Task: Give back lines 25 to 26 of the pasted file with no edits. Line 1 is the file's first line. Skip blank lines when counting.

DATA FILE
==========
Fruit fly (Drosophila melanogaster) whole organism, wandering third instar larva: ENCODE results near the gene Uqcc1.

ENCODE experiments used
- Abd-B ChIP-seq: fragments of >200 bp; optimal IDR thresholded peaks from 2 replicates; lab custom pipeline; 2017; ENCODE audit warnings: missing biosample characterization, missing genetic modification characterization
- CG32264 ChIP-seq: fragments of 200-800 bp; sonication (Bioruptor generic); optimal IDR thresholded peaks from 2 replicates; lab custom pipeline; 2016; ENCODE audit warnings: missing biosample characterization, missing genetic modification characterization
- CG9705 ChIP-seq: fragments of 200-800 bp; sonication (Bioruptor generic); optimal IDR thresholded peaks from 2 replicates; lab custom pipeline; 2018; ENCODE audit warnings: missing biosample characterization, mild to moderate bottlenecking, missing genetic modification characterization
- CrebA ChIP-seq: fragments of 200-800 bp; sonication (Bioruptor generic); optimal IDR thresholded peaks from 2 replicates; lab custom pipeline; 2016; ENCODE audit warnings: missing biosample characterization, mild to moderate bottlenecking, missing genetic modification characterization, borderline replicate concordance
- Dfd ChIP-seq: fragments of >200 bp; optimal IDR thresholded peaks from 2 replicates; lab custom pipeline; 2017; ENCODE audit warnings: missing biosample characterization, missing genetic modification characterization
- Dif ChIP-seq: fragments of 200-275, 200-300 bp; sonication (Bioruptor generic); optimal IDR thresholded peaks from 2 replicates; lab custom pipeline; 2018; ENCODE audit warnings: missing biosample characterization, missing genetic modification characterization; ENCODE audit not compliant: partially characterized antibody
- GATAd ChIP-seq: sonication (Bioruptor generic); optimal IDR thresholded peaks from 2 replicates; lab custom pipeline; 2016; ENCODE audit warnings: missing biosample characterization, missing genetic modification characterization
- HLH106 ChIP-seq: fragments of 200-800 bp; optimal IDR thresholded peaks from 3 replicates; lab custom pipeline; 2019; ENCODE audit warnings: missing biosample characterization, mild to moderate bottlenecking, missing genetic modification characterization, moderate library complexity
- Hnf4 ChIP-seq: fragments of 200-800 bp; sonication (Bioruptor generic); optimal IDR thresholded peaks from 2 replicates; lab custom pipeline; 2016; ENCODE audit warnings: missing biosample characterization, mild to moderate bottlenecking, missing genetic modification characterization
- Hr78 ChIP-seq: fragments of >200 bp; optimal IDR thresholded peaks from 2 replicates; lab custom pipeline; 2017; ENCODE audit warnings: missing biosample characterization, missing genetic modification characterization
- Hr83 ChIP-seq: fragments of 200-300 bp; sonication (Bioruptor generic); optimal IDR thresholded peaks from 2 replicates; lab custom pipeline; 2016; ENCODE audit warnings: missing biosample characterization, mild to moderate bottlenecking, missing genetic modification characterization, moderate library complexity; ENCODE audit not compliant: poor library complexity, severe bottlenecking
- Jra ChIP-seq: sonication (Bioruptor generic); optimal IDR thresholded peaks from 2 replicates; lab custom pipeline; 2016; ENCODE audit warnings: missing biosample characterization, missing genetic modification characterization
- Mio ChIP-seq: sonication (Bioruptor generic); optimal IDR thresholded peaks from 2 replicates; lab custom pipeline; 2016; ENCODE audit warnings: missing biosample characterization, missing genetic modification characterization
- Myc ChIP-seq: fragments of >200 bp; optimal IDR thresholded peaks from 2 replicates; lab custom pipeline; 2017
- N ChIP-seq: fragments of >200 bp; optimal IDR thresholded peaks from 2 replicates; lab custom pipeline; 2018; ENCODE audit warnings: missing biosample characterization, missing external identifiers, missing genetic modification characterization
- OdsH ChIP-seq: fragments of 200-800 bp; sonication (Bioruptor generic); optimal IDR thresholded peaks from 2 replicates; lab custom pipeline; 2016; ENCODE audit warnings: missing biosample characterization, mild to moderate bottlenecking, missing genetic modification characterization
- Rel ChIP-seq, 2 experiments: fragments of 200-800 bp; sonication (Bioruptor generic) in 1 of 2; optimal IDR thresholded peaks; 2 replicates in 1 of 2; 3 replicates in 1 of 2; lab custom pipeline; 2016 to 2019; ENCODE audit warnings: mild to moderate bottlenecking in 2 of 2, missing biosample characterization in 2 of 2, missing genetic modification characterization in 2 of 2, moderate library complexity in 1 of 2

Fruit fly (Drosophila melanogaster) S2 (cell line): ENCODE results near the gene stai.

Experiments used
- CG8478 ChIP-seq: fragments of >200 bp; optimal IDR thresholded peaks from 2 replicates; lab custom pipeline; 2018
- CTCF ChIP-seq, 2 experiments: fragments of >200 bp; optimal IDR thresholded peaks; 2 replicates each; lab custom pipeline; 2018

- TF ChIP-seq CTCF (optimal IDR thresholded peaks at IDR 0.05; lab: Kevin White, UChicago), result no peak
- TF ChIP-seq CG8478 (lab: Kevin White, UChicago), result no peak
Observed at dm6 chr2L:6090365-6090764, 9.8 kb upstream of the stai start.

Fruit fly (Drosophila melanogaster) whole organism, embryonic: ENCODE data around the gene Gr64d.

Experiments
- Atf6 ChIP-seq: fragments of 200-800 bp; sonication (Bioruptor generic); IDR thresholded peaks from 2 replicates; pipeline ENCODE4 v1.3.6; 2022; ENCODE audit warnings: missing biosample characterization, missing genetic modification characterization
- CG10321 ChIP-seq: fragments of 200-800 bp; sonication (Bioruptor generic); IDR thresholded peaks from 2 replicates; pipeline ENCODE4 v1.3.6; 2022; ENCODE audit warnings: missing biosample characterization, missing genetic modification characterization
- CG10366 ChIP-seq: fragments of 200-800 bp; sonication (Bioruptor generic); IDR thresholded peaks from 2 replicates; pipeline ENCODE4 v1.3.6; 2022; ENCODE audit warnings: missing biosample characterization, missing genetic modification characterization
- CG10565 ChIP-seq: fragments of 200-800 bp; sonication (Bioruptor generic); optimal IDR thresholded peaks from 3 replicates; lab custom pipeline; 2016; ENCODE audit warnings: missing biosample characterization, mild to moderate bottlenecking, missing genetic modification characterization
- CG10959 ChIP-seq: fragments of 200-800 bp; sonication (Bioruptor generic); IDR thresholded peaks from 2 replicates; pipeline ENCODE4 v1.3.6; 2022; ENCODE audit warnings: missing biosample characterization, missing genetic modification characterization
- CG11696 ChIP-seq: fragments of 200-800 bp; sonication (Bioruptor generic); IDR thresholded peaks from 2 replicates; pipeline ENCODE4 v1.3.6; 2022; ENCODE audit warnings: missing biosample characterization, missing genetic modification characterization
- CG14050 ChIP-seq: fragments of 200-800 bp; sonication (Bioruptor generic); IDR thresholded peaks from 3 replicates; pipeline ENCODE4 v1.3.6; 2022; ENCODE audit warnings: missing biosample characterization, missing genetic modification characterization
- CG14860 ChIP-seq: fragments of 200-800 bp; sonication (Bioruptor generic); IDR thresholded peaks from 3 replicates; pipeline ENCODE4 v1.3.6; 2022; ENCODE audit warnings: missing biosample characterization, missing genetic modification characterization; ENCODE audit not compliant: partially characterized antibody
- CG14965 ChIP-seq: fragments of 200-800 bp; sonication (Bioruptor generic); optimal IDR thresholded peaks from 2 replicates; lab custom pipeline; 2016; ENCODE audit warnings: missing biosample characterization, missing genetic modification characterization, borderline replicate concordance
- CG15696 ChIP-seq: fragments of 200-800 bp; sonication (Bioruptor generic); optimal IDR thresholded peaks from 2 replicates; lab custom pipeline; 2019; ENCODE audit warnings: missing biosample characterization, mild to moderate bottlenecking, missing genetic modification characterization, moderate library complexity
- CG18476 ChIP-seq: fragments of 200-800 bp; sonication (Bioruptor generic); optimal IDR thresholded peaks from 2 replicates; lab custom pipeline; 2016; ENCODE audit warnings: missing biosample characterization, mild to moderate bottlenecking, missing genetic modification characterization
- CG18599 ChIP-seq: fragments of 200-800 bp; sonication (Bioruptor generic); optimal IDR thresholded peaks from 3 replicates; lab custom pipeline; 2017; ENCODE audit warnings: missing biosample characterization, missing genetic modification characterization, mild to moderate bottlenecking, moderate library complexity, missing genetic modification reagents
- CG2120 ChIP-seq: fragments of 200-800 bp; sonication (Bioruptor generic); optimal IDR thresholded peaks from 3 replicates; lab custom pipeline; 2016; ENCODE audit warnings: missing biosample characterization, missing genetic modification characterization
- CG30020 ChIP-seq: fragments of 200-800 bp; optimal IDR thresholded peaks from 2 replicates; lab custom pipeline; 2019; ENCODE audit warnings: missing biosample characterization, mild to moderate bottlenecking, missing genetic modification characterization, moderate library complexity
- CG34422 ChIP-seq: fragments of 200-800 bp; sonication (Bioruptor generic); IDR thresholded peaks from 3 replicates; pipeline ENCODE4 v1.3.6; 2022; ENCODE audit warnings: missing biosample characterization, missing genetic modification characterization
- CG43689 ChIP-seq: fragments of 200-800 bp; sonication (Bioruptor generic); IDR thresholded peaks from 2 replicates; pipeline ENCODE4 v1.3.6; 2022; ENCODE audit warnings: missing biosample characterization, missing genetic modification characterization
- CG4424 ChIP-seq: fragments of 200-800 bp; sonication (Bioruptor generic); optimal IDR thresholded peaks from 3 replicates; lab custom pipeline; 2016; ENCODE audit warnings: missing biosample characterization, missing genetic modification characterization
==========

- TF ChIP-seq CG8478 (lab: Kevin White, UChicago), result no peak
Observed at dm6 chr2L:6090365-6090764, 9.8 kb upstream of the stai start.